A review of the new Jason Bourne film which surprisingly has pro-privacy, and even more surprisingly anti-crony capitalism themes. Cool.
(From The Independent Institute)
The screen writers could easily have fallen into a less imaginative plot where the federal government uses its powers granted to protect homeland security to access the millions of records and conversations of users. Instead, they incorporate a more clever and deeply conspiratorial story line that highlights the shady and vulnerable nature of private-public partnership and cooperation. In a pivotal scene, the CEO of the social media giant balks at the CIA’s demands for greater access to the firms users—it’s a matter of trust he says. The private company executive channels real-life Apple and a few other principled tech companies and refuses, providing a noble nod to Silicon Valley. At this point, CIA director Dewey scoffs at the youthful, naive CEO, chastising him for suddenly finding principles. Those same principles weren’t in play when the CIA helped his company get off the ground and grow.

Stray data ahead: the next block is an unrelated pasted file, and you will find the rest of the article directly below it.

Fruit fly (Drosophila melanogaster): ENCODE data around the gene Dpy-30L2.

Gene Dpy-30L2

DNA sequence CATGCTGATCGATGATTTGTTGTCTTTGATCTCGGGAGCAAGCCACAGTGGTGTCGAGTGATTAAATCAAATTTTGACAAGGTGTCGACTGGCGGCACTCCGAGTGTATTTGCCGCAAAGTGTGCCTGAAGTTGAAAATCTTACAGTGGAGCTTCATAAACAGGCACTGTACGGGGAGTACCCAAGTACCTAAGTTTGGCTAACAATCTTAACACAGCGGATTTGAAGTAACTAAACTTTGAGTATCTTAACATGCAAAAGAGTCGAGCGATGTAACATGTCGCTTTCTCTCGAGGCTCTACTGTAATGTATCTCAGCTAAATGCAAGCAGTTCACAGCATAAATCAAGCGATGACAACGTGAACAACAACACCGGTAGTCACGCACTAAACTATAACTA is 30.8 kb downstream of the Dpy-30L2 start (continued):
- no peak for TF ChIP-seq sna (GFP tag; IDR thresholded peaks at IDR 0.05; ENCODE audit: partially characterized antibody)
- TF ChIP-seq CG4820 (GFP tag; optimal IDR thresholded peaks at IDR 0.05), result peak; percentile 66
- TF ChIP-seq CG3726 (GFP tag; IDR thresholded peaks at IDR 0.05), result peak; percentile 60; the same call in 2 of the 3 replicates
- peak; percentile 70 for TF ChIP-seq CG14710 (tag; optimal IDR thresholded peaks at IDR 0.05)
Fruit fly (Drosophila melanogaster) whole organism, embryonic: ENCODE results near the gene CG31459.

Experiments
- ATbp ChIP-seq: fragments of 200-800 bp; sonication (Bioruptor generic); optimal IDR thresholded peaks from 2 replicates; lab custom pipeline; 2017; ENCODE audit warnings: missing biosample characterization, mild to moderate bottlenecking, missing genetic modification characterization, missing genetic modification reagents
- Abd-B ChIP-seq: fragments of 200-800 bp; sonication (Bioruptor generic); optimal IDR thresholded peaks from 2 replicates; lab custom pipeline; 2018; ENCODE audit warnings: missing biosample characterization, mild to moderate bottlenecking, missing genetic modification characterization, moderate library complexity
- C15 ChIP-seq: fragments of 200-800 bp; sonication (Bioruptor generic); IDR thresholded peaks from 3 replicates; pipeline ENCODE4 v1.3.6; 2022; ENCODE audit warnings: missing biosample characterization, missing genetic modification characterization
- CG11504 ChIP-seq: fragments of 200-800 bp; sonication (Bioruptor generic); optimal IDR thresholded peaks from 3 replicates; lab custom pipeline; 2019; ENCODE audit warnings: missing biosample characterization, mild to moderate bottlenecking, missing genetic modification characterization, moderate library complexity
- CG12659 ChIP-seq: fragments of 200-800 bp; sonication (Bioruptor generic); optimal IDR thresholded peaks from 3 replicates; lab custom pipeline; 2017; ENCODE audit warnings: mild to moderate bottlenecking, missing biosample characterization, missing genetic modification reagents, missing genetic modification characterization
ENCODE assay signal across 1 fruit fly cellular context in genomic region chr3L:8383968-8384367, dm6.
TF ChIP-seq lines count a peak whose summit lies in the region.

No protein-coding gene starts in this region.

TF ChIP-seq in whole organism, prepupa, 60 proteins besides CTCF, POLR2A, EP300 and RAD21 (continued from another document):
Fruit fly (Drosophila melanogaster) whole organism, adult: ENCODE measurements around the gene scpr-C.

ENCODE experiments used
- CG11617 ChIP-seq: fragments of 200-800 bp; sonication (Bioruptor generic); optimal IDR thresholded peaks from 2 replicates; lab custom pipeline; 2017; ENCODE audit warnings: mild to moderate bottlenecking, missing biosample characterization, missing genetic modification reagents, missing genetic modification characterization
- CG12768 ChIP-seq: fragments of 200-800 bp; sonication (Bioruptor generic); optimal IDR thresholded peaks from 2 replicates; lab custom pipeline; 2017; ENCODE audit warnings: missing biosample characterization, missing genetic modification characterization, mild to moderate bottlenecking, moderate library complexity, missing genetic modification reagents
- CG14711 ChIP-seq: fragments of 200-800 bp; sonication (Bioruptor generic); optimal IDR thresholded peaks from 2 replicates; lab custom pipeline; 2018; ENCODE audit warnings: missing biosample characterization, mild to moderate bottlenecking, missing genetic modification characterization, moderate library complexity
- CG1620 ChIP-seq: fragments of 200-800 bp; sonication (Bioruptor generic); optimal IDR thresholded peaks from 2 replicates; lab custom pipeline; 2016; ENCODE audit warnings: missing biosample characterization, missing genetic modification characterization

Exactly how the federal government helped is ambiguous, but viewers will have no trouble filling in dots from somewhere in the modern political landscape, whether political pressure is used to expedite regulatory approval or direct financial investments are provided to support the firm, such as those going into favored companies like the failed Solyndra.
The message is clear enough, however: Crony capitalism seduced the private company’s founders and investors into laying the groundwork for a rogue covert CIA operation. Dewey doesn’t like the CEO’s soft-pedaling, so he authorizes one of his contract assassins to kill the CEO during a high profile debate with the director on privacy rights in Las Vegas, framing Jason Bourne for the kill.